As everyone looks back at what developers had to offer in 2010 in this pretty rad medium called video games, it's a little shocking that Battlefield: Bad Company 2 has largely gone unmentioned. Its scale, its amazing sound design, its incredible atmosphere and its sheer moments of breathtaking chaos as the world around blew up around you was truly something to behold. With the release of Battlefield: Bad Company 2: Vietnam, a multiplayer expansion, it doesn't seem like much will change, and that's a real shame. It's a worthy addition to the core game, and at $15 you've either made up your mind already or you really should buy Vietnam if you enjoyed Bad Company 2.
For such a dramatically different time period, if you've played Bad Company 2, you'll have a surprisingly solid grasp on Vietnam in no time. Most changes are cosmetic at best; defibrillators are now adrenaline syringes, the guns look completely war-torn, and instead of a grenade launcher attachment, the assault class just has a weapon with a singular purpose of launching out grenades.
"…once the tanks start rolling in with choice Vietnam-era tunes, the word “immersion” seems completely fitting."
The atmosphere is easily its most distinguishable feature, going for that same level of authenticity that Bad Company 2 had in spades. The sheer level of explosions and chatter going on between the Americans and the NVA sells the sensation of being in the middle of a war so well. It's captivating, and once the tanks start rolling in with choice Vietnam-era tunes, the word “immersion” seems completely fitting. An M40 round takes out the mate behind you. You desperately set TNT charges along the road, as the tank signifies its intentions of blowing you the hell up, as it rides in with Ride of the Valkyries playing through its speakers. Ah, this must be what war kind of is like, you think, and you stick around for another round.
Vietnam has a few design choices that gives the game a distinct character compared to Bad Company 2. Map design, at least for the game's Rush mode, has a much more considered design. Varied elevation and plenty of foliage do a lot to give the Attackers the help they need, while the Defenders still have the advantage of waiting for the opposing side to arrive. Wide, large flanks give Attackers so many more options, and with the exception of Vantage Point's first chokepoint, these are easily some of the best Rush maps in all of Bad Company 2. There's a nice mix of infantry and vehicle-driven maps, and with the recent unlocking of Operation Hastings, it makes for a total of 5 maps in which to make pretend war.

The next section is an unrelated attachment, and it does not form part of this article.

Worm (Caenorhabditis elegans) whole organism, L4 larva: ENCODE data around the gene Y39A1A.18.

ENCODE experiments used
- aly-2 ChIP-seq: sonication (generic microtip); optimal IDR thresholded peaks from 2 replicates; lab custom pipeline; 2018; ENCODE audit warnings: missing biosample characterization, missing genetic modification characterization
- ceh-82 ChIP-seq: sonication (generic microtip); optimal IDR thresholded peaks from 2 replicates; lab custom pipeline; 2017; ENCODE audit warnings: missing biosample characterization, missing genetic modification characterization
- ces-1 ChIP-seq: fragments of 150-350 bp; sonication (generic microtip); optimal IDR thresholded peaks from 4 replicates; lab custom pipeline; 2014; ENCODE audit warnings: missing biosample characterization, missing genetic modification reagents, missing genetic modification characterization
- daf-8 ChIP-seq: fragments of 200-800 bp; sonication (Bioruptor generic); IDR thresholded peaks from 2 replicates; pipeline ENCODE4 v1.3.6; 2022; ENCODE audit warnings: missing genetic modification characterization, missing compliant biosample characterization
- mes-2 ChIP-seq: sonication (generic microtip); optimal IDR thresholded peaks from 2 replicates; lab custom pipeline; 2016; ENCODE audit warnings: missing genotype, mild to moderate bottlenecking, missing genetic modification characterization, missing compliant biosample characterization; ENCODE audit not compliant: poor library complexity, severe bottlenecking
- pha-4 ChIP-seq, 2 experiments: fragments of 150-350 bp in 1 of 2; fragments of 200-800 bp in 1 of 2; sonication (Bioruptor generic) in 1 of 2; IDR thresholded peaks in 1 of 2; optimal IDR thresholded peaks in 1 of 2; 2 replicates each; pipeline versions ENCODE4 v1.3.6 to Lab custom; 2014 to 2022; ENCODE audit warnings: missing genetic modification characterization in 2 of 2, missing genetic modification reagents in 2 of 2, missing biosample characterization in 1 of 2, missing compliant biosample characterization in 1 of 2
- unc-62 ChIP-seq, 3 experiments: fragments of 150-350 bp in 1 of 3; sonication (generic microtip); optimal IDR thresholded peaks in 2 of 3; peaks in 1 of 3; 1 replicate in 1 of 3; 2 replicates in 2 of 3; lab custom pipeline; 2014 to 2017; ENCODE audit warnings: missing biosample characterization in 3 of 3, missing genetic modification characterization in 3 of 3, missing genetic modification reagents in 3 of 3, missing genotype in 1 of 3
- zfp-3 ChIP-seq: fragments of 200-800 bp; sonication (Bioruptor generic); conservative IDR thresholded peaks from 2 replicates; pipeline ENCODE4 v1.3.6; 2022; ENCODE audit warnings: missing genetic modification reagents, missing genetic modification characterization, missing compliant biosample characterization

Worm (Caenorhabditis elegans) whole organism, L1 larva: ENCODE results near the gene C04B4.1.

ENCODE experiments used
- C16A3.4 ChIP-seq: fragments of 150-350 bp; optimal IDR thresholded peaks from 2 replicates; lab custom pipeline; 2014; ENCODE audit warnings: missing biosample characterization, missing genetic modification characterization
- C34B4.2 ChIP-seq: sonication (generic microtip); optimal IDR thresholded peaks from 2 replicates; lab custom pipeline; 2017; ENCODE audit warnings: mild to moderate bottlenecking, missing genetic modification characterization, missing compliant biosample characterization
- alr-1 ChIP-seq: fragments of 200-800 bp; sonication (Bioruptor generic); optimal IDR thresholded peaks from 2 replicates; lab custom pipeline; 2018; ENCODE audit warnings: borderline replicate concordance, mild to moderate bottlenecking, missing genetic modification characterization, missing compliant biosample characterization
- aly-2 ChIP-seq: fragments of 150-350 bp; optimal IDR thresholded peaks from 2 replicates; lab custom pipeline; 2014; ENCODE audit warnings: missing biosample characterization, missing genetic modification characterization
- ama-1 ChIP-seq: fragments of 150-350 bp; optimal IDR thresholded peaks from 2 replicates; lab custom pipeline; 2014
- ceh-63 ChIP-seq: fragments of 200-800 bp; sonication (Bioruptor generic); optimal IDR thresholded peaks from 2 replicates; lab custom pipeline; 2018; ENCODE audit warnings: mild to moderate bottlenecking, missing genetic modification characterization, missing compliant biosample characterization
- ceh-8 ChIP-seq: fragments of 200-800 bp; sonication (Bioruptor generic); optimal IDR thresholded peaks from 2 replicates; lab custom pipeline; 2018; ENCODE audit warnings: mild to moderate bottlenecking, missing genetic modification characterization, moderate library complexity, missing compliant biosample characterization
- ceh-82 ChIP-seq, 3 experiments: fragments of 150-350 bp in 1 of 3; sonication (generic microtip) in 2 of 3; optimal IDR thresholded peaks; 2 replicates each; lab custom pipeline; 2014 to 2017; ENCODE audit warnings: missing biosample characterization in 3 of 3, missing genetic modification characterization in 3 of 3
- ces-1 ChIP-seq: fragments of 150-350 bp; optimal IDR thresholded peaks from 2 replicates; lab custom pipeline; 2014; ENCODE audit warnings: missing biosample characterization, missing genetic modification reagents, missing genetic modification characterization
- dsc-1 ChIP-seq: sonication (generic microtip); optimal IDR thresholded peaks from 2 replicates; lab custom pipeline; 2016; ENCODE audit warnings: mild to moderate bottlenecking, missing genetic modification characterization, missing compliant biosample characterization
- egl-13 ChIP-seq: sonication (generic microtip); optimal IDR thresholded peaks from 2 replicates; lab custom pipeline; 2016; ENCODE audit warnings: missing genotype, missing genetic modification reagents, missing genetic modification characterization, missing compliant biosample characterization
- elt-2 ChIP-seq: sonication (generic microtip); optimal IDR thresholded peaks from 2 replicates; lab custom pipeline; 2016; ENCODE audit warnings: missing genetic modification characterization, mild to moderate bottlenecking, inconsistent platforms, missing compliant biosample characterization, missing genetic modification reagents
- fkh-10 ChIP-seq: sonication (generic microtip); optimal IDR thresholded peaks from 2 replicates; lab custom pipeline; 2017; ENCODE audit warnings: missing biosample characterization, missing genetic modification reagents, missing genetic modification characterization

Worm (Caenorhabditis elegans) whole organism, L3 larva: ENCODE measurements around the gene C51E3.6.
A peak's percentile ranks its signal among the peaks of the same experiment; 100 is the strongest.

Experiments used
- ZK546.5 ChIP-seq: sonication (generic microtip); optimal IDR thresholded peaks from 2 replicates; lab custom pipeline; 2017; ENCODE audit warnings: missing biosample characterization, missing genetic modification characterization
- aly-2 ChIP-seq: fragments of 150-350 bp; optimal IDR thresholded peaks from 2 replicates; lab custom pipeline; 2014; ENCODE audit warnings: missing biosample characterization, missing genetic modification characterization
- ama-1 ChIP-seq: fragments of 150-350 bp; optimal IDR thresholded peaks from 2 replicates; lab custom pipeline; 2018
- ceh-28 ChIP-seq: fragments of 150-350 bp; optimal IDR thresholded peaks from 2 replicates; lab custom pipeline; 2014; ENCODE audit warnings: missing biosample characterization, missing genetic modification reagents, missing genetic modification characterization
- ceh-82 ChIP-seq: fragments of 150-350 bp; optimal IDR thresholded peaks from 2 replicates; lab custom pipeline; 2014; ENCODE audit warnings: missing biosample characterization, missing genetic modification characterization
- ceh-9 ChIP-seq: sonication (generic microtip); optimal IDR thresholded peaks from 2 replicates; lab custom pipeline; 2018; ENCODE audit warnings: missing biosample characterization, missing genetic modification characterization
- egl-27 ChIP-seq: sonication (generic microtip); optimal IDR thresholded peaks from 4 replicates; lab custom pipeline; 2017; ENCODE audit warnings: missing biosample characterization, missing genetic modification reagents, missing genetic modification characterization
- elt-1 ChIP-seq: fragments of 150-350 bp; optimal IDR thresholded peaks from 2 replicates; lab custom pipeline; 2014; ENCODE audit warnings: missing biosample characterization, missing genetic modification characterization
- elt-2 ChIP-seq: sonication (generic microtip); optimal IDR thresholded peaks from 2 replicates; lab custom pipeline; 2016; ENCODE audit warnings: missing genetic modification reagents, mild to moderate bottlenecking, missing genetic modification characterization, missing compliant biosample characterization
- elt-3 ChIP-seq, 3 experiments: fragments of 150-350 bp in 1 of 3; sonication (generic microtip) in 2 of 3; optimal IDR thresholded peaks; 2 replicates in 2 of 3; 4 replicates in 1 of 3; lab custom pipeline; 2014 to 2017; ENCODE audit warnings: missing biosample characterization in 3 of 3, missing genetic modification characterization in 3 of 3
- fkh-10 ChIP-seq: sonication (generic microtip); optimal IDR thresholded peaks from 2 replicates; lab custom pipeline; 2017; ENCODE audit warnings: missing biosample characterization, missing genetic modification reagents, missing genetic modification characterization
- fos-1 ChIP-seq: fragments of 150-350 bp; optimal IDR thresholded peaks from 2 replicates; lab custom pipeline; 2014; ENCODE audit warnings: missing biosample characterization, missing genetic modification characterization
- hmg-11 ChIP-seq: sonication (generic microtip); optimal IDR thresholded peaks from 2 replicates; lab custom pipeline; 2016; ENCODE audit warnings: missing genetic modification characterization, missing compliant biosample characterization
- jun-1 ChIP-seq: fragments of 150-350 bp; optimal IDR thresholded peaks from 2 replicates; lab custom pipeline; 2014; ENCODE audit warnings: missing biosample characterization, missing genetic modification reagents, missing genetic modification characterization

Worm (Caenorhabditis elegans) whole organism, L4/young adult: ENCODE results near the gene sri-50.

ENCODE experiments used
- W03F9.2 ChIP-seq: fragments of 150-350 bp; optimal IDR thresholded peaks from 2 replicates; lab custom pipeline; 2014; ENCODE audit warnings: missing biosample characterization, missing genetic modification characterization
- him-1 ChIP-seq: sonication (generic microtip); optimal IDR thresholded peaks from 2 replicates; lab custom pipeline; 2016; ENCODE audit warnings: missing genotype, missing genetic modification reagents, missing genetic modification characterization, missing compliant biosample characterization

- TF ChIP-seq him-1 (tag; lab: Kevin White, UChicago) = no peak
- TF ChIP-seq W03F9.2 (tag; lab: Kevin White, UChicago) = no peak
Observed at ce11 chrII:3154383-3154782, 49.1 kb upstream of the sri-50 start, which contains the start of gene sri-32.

Take the same maps into the Battlefield-standard Conquest mode, and things aren't as great. Phu Bai Valley wins out as the only proper Conquest map with its flatlands and smart placement of capture points, while the others offer nothing but straight, linear sets of points with little room to flank on either side. What they boil down to is capturing the middle point and holding it. It's about as easy as it is said and makes for predictable outcomes.
"At its best though, Vietnam is raw and intense."
At its best though, Vietnam is raw and intense. Its gunplay has been stripped to the bare minimum; the sights, scopes, and some of the specialization that gave Bad Company 2 players so many ways to adapt to a situation are largely gone. You have iron sights, a small load-out of guns for each class, and a few spare specializations that you can take with you to the battlefield. There's nothing distinctly overpowered as a result, and the guns you take into the fight largely come down to personal preference, as there is no gun that obviously has the clear advantage over all the others.
Vietnam is running DICE's Frostbite engine and so, predictably, the game looks great. Large vistas are rendered without any problems, and some of the maps are packed with some great details, like the burning hills off in the distance in Operation Hastings. Character models are incredibly detailed, with every little bit of dirt and stitching of an outfit rendered with remarkable clarity. Smooth, natural animations round out the visual package, offering a believable rendering of war.
Coupled with outstanding sound design, Vietnam's presentation is bound to catch the eyes and ears of passersby. Again, DICE's sound work is incredible, with newly recorded battle chatter and weapon sounds. It's tough to put into words, but basically, closing your eyes and simply listening to the game will make you grit your teeth and ball your hands up into fists just because of the sheer intensity therein. Just like Bad Company 2, Vietnam's soundscape is impeccable and going back to other wartime shooters will never be and has never been the same.
Five new maps, thirteen new weapons, and a setting that gives those 200+ hours Bad Company 2 addicts something new, Vietnam is just about one of the safest purchases you could make. It's exactly what you'd expect if you've poured dozens upon dozens of hours into Bad Company 2 and, even then, there are a few surprises that you're bound to appreciate, especially if you've been playing the game since launch. It's just $15. Skip a lunch, skip a movie, skip a whatever – just go out and get this.